The Belmont Edge: Horses For Courses?

by Horstradamus

posted on June 7, 2012 in Blogroll, General Discussion, Horse Racing, News, Other Events, | No Comments >>

Belmont Park

The 1 1/2 mile Belmont Park will host I'll Have Another Saturday as he runs for the first Triple Crown since 1978.

Tight security measures for the 2012 Belmont Stakes starters have many wondering how settled in and comfortable the horses have been in the days leading up to the race.  Their detention barn type of lockdown is nothing permanent, and in less than a week, they will most likely be moved out and moving on.

For race horses, living, training, and racing at different tracks is a way of life.  Some adapt better than others, and perform well across the county, and even across the globe.  Then there are those that fall flat any time they leave their home track.  I’ll Have Another has already shown the ability to make a quick turn around between the Kentucky Derby and Preakness this spring, but it remains to be seen whether he’ll take to and have the stamina to do what so many have failed to do.

Historically, all 11 Triple Crown winners have had a race at the Belmont track before they attempted The Test of Champions.  The sheer size of the largest track in the country can be a big hurdle for both horses and jockeys.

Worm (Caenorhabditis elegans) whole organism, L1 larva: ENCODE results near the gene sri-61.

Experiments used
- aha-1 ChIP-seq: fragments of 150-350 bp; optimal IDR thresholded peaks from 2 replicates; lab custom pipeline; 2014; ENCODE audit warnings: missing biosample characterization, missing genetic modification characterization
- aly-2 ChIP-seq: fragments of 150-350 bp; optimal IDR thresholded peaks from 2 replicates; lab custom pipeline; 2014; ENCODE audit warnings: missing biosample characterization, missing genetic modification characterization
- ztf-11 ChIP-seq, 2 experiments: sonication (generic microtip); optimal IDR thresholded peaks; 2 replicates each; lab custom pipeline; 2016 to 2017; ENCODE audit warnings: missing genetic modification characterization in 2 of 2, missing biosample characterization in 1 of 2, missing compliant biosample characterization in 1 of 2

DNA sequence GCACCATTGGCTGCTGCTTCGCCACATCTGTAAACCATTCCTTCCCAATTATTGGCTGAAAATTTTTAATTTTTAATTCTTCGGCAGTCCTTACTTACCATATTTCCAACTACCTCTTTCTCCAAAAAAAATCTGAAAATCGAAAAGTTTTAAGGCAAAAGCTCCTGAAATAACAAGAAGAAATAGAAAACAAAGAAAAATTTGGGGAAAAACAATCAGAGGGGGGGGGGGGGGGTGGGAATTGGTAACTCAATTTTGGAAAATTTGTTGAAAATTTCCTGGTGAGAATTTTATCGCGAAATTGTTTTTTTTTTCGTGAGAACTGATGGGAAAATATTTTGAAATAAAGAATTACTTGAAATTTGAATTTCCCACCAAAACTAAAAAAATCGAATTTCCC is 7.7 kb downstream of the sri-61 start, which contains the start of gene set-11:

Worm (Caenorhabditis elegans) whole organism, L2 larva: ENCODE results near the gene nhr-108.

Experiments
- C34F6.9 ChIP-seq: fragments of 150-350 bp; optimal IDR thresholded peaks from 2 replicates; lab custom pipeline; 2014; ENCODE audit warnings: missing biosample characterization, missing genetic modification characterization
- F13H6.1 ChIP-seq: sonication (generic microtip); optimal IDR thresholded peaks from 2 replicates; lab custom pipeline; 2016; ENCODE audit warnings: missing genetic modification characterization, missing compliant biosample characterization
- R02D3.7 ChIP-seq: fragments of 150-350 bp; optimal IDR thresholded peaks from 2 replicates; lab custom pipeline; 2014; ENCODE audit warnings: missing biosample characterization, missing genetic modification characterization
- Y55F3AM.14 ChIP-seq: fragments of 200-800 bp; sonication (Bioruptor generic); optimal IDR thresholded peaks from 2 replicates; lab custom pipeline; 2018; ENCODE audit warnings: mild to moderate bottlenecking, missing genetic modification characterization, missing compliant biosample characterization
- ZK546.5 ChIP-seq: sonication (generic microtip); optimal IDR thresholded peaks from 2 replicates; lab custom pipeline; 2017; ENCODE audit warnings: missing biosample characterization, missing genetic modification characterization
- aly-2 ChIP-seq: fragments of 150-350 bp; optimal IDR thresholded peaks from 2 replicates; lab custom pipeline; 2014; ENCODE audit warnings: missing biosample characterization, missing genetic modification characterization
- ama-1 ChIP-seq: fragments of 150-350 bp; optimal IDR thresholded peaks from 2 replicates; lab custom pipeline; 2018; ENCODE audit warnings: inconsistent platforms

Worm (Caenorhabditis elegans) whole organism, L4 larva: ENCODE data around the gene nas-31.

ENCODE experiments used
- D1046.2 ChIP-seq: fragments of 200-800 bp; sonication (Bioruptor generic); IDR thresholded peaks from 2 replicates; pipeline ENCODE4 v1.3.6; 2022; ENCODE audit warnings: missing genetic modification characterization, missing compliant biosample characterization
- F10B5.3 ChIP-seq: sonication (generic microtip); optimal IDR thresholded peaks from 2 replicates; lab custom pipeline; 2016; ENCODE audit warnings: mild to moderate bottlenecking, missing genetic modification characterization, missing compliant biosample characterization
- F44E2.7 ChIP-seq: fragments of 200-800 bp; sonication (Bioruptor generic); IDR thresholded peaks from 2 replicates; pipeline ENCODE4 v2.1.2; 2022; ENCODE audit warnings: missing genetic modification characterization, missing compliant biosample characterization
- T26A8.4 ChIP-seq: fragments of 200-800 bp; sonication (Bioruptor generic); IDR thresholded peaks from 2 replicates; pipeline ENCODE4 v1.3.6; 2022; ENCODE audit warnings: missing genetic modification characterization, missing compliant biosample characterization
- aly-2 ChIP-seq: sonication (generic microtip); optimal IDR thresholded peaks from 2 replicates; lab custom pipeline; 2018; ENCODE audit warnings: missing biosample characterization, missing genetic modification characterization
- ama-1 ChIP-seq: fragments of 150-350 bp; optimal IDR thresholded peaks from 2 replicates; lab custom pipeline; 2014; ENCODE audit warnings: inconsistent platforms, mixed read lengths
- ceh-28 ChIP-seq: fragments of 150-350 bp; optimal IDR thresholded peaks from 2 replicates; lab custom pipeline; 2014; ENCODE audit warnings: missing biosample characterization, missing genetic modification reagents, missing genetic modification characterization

Affirmed, Secretariat, and Citation all posted wins in Belmont’s Futurity Stakes as two-year-olds.  This was one of the premier and decisive races in crowning two-year-old champions before the Breeders’ Cup Juvenile came along.  Seattle Slew, the only Triple Crown winner to have done it while undefeated, had three wins at Belmont under his belt going into his Triple Crown campaign.

The California-based I’ll Have Another won’t have the edge when it comes to being familiar with the massive track.  Street Life, a solid 12-1 in the morning line odds, may have the home court advantage, but how important that is remains to be seen.  Historically horses out of the west have not made much of an impact on the Triple Crown trail.   This does overlook the fact that they simply did not travel as much in general in the past, compared to today, when the practice of flying horses from coast to coast is quite common.

I’ll Have Another has proven that he’s not a one track horse, and while he’s come a long way from Southern California, the only real distance that matters at this point is that 1 1/2 miles he’ll face this Saturday.